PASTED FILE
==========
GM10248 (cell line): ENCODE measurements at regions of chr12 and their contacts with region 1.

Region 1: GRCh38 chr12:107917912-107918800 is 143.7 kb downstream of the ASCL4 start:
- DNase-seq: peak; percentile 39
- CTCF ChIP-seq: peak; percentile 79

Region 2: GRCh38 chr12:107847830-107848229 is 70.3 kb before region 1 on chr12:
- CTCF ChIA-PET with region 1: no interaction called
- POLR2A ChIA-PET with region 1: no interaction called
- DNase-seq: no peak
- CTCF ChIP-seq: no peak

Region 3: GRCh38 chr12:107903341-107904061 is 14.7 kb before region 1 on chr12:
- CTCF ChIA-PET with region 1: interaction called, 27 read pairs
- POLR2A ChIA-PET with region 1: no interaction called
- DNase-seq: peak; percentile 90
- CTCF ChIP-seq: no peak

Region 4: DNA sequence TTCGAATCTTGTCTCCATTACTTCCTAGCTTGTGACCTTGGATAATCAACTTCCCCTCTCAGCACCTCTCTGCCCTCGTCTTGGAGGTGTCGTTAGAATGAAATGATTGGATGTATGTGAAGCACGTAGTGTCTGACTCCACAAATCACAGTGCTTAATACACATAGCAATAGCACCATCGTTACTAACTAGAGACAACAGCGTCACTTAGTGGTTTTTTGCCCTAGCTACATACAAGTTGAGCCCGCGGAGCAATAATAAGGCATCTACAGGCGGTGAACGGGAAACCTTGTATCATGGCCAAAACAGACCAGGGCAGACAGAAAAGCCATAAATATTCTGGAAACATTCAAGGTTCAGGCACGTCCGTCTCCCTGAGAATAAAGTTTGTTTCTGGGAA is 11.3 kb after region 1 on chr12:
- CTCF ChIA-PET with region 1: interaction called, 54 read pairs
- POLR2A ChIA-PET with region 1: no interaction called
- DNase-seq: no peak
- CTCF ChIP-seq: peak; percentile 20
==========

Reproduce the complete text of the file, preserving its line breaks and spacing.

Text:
GM10248 (cell line): ENCODE measurements at regions of chr12 and their contacts with region 1.

Region 1: GRCh38 chr12:107917912-107918800 is 143.7 kb downstream of the ASCL4 start:
- DNase-seq: peak; percentile 39
- CTCF ChIP-seq: peak; percentile 79

Region 2: GRCh38 chr12:107847830-107848229 is 70.3 kb before region 1 on chr12:
- CTCF ChIA-PET with region 1: no interaction called
- POLR2A ChIA-PET with region 1: no interaction called
- DNase-seq: no peak
- CTCF ChIP-seq: no peak

Region 3: GRCh38 chr12:107903341-107904061 is 14.7 kb before region 1 on chr12:
- CTCF ChIA-PET with region 1: interaction called, 27 read pairs
- POLR2A ChIA-PET with region 1: no interaction called
- DNase-seq: peak; percentile 90
- CTCF ChIP-seq: no peak

Region 4: DNA sequence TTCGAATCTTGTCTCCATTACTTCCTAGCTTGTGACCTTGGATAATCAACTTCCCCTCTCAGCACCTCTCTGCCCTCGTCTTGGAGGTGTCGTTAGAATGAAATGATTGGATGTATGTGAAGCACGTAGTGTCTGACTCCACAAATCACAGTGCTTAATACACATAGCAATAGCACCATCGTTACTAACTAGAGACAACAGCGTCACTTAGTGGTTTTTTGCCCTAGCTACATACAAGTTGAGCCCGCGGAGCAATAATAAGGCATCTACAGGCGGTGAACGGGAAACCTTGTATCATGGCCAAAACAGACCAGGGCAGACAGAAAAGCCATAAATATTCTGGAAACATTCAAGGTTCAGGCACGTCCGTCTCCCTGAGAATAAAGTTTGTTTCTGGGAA is 11.3 kb after region 1 on chr12:
- CTCF ChIA-PET with region 1: interaction called, 54 read pairs
- POLR2A ChIA-PET with region 1: no interaction called
- DNase-seq: no peak
- CTCF ChIP-seq: peak; percentile 20